There are no acts providing for pension schemes but employers can, and often do, set up tax-privileged pension schemes for their employees. Collective agreements usually contain provisions on mandatory pension schemes. Pension contributions under such schemes are normally approximately 15% of the pay, with employees contributing one-third and employers contributing two-thirds.

The Danish legislation on stock options is different compared to many other countries. Companies setting up in Denmark should be aware of such legislation which covers all employees, excluding managing directors.

Further, the Danish Salaried Employees Act regulates restrictive covenants and certain requirements must be met in order for a restrictive covenant to be valid under the Act. This includes a requirement for payment of compensation to the employee in question.

Particularly two areas of Danish employment law have seen developments in the past year: holiday and data protection.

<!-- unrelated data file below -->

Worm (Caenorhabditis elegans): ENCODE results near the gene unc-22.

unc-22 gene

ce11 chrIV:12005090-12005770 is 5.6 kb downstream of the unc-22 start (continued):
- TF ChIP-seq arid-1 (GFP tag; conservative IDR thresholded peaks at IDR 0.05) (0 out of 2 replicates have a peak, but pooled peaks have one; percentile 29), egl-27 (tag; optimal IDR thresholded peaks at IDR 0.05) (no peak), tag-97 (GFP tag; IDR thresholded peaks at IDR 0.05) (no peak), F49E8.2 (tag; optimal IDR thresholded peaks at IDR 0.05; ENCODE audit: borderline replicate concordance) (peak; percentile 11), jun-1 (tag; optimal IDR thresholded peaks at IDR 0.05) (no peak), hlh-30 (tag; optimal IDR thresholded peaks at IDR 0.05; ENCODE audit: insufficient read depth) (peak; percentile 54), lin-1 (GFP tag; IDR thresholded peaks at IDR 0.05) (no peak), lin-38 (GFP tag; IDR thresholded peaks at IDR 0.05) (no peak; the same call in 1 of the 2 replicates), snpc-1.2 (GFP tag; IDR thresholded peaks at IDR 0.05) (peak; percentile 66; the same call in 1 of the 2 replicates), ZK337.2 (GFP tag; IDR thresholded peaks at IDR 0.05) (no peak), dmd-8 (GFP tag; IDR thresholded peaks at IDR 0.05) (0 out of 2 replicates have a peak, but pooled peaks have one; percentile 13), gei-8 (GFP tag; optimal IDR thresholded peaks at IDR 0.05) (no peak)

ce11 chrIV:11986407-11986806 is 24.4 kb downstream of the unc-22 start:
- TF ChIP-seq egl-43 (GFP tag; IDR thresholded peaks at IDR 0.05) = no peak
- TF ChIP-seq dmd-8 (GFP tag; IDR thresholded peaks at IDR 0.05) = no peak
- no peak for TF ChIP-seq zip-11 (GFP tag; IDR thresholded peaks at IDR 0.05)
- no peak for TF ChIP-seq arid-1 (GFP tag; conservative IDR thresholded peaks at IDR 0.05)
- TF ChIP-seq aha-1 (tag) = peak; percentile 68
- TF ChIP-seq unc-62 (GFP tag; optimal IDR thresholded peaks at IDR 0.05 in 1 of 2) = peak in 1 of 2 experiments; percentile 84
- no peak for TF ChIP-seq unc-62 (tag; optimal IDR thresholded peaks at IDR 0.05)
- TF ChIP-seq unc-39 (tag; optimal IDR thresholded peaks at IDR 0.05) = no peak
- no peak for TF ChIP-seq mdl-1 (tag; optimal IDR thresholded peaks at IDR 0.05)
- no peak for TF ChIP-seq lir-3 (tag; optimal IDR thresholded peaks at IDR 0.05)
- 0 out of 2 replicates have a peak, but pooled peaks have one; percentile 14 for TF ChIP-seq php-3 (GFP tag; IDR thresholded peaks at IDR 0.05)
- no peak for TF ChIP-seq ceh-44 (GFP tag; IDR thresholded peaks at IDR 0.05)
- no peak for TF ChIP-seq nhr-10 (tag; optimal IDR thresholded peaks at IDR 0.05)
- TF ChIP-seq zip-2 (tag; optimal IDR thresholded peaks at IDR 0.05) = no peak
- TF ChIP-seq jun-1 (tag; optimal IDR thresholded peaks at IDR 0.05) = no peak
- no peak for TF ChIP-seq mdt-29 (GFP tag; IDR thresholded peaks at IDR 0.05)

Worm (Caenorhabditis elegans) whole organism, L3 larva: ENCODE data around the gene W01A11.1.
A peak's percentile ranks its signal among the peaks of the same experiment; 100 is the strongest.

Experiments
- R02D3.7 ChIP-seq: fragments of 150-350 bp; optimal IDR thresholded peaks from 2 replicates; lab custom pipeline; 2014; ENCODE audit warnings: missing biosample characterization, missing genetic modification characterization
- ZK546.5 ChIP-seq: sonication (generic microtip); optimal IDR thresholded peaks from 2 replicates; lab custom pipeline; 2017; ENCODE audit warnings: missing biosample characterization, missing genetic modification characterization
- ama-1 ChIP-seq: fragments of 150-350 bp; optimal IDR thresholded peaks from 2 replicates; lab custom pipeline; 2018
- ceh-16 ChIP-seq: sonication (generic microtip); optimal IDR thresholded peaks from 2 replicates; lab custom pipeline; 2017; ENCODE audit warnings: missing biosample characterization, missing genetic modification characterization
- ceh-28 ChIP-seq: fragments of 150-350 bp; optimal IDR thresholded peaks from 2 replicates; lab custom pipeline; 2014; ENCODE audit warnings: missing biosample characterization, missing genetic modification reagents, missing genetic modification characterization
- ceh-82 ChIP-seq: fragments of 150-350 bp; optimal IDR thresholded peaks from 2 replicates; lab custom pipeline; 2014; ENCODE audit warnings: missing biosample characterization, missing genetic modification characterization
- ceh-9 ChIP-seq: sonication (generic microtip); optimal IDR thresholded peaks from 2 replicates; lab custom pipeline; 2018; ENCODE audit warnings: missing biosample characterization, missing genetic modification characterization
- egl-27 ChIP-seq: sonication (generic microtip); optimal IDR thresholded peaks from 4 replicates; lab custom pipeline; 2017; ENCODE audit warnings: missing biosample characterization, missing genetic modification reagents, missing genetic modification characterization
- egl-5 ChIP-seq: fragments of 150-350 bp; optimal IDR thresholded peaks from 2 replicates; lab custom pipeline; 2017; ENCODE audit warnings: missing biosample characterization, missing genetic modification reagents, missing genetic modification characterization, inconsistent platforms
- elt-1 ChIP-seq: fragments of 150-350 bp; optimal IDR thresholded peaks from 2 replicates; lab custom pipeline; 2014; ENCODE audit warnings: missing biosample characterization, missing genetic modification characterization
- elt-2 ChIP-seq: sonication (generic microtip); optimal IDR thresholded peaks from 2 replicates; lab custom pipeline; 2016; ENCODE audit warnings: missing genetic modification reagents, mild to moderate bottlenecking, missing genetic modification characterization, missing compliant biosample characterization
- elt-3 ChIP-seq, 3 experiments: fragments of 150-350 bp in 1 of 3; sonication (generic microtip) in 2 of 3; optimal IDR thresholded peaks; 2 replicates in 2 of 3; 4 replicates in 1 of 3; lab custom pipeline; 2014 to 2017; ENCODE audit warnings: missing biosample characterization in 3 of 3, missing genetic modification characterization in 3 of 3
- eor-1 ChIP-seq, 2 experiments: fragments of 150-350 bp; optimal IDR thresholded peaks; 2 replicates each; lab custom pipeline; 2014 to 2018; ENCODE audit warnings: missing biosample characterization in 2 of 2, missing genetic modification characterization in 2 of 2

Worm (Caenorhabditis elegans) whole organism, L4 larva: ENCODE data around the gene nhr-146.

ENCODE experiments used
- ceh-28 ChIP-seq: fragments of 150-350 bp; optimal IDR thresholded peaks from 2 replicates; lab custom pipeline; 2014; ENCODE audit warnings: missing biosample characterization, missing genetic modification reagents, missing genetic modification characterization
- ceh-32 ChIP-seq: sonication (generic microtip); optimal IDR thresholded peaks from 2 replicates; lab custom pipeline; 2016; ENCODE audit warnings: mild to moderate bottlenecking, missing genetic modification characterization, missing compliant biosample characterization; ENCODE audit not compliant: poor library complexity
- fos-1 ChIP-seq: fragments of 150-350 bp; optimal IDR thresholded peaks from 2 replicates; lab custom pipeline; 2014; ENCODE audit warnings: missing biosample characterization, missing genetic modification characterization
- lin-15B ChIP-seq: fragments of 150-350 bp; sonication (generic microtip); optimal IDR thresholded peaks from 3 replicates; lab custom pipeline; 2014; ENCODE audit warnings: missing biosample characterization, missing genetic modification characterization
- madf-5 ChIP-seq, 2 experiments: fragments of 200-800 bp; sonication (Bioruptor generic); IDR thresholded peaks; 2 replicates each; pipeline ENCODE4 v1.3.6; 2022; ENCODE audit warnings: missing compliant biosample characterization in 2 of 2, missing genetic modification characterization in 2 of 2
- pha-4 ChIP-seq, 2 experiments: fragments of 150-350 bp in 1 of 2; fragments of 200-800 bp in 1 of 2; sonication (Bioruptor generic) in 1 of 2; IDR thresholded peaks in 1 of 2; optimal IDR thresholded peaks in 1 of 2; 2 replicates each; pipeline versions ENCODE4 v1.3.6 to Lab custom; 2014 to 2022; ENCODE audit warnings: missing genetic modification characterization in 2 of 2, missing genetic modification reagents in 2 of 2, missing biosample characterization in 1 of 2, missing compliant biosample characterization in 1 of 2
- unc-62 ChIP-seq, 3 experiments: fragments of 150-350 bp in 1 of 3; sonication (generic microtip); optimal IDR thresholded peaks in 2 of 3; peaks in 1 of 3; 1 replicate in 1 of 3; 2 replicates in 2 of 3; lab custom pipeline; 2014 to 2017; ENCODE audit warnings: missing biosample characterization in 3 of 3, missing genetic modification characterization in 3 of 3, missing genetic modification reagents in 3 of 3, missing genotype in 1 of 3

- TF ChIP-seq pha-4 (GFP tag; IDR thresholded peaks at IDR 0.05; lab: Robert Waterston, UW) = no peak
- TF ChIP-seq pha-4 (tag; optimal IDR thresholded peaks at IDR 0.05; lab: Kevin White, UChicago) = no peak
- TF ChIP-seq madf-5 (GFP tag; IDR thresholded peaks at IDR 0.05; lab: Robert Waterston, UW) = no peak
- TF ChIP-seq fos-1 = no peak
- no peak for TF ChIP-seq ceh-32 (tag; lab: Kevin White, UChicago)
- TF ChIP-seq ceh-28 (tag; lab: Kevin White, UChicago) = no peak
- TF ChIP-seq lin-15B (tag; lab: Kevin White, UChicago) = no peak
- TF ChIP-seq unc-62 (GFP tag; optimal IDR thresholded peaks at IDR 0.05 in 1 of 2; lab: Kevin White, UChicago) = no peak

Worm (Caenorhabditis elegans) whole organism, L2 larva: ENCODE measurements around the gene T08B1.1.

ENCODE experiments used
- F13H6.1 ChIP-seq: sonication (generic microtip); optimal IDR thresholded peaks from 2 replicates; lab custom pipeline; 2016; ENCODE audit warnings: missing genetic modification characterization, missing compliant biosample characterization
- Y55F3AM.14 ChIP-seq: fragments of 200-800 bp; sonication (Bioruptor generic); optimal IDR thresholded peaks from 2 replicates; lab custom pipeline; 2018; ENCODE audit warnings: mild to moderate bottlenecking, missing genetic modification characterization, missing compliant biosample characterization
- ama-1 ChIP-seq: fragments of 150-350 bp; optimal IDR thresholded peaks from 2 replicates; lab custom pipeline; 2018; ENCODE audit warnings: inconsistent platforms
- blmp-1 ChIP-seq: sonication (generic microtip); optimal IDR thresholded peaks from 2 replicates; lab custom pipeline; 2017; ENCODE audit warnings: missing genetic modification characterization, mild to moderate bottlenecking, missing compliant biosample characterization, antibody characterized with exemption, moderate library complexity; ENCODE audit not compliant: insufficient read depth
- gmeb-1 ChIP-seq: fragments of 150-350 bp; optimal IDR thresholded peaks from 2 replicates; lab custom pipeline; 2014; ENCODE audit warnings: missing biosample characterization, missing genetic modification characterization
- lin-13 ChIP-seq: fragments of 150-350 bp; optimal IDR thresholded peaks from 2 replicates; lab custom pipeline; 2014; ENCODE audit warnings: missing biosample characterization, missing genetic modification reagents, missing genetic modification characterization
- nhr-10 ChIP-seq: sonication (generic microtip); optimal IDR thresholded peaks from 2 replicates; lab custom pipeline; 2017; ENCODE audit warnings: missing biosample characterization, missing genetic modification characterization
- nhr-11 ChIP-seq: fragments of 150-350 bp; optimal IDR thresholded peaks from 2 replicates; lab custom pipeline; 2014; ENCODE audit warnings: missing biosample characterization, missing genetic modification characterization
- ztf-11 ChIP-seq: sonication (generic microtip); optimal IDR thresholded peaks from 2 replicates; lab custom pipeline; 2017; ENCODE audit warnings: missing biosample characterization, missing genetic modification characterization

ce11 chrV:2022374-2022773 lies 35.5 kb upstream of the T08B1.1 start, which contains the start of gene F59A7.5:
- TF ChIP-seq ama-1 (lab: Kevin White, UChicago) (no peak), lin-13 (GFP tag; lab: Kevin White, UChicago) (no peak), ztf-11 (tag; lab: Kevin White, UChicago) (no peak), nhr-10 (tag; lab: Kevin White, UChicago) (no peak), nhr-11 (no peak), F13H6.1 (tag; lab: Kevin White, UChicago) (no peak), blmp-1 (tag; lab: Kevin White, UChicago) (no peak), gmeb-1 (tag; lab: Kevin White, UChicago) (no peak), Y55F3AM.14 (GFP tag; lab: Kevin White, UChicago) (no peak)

The Danish Parliament has passed a new Holiday Act which implements a concurrent holiday system to replace the current holiday system under which there is a difference between the period of accrual and the actual holiday period. The transition period began on 1 September 2019 and the new system will come entirely into force on 1 September 2020.

The General Data Protection Regulation (GDPR) entered into force in May 2018. The implementation of the new rules has been a hot topic in Denmark, and the number of complaints about breaches of the GDPR to the Danish Data Protection Agency has increased since the implementation. So far the Danish Data Protection Agency has issued decisions in quite a few cases and has handed over the two first cases to the police, which will have to investigate and assess whether charges will be pressed against the relevant companies.

Furthermore, the EU has passed a new directive concerning the posting of workers in the framework of the provision of services which must be implemented by the end of July 2020. The Danish Parliament is in the process of preparing the implementation of the new directive but a bill regarding the directive still has not been proposed.